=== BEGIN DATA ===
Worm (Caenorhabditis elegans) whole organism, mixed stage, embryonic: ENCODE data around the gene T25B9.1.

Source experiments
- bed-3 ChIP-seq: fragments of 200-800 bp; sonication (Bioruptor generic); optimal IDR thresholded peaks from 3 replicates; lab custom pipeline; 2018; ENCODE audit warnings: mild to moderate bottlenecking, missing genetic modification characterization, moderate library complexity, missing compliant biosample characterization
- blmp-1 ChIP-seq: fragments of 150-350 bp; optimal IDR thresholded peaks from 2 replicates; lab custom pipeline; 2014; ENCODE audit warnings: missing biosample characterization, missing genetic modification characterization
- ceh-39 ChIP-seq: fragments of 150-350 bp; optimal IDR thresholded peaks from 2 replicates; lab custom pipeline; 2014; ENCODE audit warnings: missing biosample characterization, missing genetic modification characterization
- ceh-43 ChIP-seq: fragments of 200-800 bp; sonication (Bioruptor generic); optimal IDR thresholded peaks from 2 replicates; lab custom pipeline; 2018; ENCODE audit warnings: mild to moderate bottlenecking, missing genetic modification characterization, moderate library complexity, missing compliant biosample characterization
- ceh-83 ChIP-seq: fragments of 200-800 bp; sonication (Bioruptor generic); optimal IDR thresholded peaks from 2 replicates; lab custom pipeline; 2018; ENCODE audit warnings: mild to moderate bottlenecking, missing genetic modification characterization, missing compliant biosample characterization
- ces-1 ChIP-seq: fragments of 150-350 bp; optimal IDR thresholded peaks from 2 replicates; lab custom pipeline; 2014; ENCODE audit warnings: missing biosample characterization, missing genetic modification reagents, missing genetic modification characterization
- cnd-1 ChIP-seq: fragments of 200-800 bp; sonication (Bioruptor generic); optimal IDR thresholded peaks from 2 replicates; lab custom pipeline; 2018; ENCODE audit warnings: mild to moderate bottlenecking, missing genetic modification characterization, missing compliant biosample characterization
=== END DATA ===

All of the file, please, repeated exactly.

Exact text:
Worm (Caenorhabditis elegans) whole organism, mixed stage, embryonic: ENCODE data around the gene T25B9.1.

Source experiments
- bed-3 ChIP-seq: fragments of 200-800 bp; sonication (Bioruptor generic); optimal IDR thresholded peaks from 3 replicates; lab custom pipeline; 2018; ENCODE audit warnings: mild to moderate bottlenecking, missing genetic modification characterization, moderate library complexity, missing compliant biosample characterization
- blmp-1 ChIP-seq: fragments of 150-350 bp; optimal IDR thresholded peaks from 2 replicates; lab custom pipeline; 2014; ENCODE audit warnings: missing biosample characterization, missing genetic modification characterization
- ceh-39 ChIP-seq: fragments of 150-350 bp; optimal IDR thresholded peaks from 2 replicates; lab custom pipeline; 2014; ENCODE audit warnings: missing biosample characterization, missing genetic modification characterization
- ceh-43 ChIP-seq: fragments of 200-800 bp; sonication (Bioruptor generic); optimal IDR thresholded peaks from 2 replicates; lab custom pipeline; 2018; ENCODE audit warnings: mild to moderate bottlenecking, missing genetic modification characterization, moderate library complexity, missing compliant biosample characterization
- ceh-83 ChIP-seq: fragments of 200-800 bp; sonication (Bioruptor generic); optimal IDR thresholded peaks from 2 replicates; lab custom pipeline; 2018; ENCODE audit warnings: mild to moderate bottlenecking, missing genetic modification characterization, missing compliant biosample characterization
- ces-1 ChIP-seq: fragments of 150-350 bp; optimal IDR thresholded peaks from 2 replicates; lab custom pipeline; 2014; ENCODE audit warnings: missing biosample characterization, missing genetic modification reagents, missing genetic modification characterization
- cnd-1 ChIP-seq: fragments of 200-800 bp; sonication (Bioruptor generic); optimal IDR thresholded peaks from 2 replicates; lab custom pipeline; 2018; ENCODE audit warnings: mild to moderate bottlenecking, missing genetic modification characterization, missing compliant biosample characterization